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In Pro Tools you can automate just about any parameter you want. You can program Pro Tools to remember volume, pane, mute, send level, send pane, send mute, plug-in parameter data, as well as MIDI volume pane, mute, pitch bend, and continuous control of data such as modulation and sustain. In this video, I'm going to show you how to create and edit automation data in real time, while the session is playing back. Automation data is stored in automation playlists on each track. You can view the automation playlist by selecting the automation type from the Track View Selector, or you can show automation lanes on the track by clicking this little arrow here, the Show/Hide Automation Lanes arrow. To add additional automation lanes, click the plus button.
There are five automation modes in Pro Tools LE and M-Powered shown here. Auto off turns off a track's automation. The automation lane names get grayed out and become italicized like this. Auto read tells Pro Tools to read the automation data that's on that track. That's the default automation mode. There are also several modes that you can use to create automation data; touch, latch, and write. Pro Tools|HD also has touch/latch and trim modes which we won't cover here.
Auto write is used for the first time you create automation data on a track or when you want to completely write over a track's existing automation. Auto touch writes automation data only while a fader or switch is touched or clicked with the mouse. Faders and switch is returned to any previously automated position after they have been released. Auto latch writes automation data only if you touch or move a fader or switch. However, you don't need to keep touching the controls after you have moved them like with Auto touch. The Automation controls stay in the position where you have released them rather than reverting to previously saved data and I'm going to show you all of these here in a second.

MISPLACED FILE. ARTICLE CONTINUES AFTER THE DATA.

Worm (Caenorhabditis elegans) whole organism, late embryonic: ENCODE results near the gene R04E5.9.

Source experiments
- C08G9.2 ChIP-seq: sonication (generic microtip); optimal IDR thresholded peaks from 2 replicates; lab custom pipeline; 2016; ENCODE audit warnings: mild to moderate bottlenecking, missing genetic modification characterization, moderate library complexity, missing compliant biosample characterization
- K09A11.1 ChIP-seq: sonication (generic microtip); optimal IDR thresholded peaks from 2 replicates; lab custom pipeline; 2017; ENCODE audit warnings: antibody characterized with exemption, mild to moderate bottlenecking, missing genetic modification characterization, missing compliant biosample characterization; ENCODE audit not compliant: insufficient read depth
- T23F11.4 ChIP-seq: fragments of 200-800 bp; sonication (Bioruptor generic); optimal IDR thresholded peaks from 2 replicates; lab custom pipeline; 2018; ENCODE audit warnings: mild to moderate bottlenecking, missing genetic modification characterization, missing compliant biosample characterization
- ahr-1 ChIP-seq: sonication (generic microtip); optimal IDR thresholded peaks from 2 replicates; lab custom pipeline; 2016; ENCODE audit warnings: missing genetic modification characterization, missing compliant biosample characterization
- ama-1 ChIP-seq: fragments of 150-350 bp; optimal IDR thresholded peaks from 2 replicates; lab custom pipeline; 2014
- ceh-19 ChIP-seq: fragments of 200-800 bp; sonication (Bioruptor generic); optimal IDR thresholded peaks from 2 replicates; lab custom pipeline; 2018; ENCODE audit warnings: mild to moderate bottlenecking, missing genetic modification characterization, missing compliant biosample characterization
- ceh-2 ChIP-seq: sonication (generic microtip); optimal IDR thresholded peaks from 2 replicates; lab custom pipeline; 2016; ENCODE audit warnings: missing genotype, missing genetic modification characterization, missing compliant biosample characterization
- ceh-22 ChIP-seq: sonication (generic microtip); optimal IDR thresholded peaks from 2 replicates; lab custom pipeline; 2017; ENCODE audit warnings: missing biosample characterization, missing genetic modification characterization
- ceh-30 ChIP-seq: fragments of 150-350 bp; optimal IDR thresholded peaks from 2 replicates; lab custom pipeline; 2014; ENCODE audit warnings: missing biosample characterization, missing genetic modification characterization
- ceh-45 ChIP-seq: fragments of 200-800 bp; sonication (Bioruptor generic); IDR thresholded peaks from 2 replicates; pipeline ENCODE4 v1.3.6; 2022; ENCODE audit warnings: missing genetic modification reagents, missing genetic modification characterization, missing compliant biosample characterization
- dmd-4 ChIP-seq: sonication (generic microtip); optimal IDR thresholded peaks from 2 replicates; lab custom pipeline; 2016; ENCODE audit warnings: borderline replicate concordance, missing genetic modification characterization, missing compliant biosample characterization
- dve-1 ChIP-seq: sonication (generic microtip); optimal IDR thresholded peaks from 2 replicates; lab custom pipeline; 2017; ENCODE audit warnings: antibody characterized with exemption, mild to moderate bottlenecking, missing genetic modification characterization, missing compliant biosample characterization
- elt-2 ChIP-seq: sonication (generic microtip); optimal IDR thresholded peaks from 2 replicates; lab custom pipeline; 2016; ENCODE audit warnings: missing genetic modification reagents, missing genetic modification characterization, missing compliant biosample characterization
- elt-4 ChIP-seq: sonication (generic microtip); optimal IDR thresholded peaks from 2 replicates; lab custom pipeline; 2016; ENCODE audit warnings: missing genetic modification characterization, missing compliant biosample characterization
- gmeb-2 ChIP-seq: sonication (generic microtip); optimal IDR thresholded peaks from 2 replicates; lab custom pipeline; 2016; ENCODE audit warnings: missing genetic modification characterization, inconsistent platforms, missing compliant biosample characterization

First, to create automation data, go to Window > Automation, and we'll check the Automation Enable window. If all of these are lit up in red like this, that means that all of these parameters can be automated. If we click one, and it turns gray, then that means it's not armed for recording automation. Now choose the automation mode on the track that you want to write automation. In this case, I'm going to choose write. Now you press Play, not Record and move the automation controls via your mouse or control surface to write automation data. Here I'm going to automate the bass track's volume. (Music playing.) Press Stop when you are finished. You will notice that Pro Tools automatically switched over to latch mode after writing that automation, and that's because of a preference that's setup right here in the Mixing page. In the Automation section, we have After Write Pass, Switch To: Latch. We can also choose Touch or keep it in Auto write. Why do we care about this? Let me show you.
If I were to press Play right now with Auto write mode, it would write over everything that we just recorded, however, if it switches over to Latch or Touch, then we actually have to move the fader or grab the mouse to change this data, thus we won't overwrite this data by accident, but now I'm actually going to overwrite it in Latch mode and show you what that looks like. Now watch, if I let go off the mouse or control surface fader, the automation will stay at one value until I move it again. (Music playing.) Now I'll try Auto touch. Watch as the automation data reverts back to the prewritten automation data when I let go off the mouse or the control surface fader.
(Music playing.) When you create automation, you create a series of breakpoints on the automation playlist. Although the automation data may look like a line, it's actually made up of individual points that are finite values for that automation parameter. Let's zoom-in and take a look. See the individual breakpoints on the automation line here. One of the limits of Pro Tools is that all added playlists on a single audio track share the same automation data. So if we had multiple playlists of this bass track, which in fact we do, each performance shares the same automation data.
If you want to try out different automation on a track, make a duplicate track using the Track Duplicate command. Now, we have a second bass track down here and if we want to record new automation on this track, that's different than this, we can do that, and hear the difference. Creating automation data during real time playback is a lot of fun. It can add a lot of energy to your mix and actually turn the mix process into more of a performance. Definitely get to know your automation modes and how to use them.
Your mixes will sound better when you use them well.
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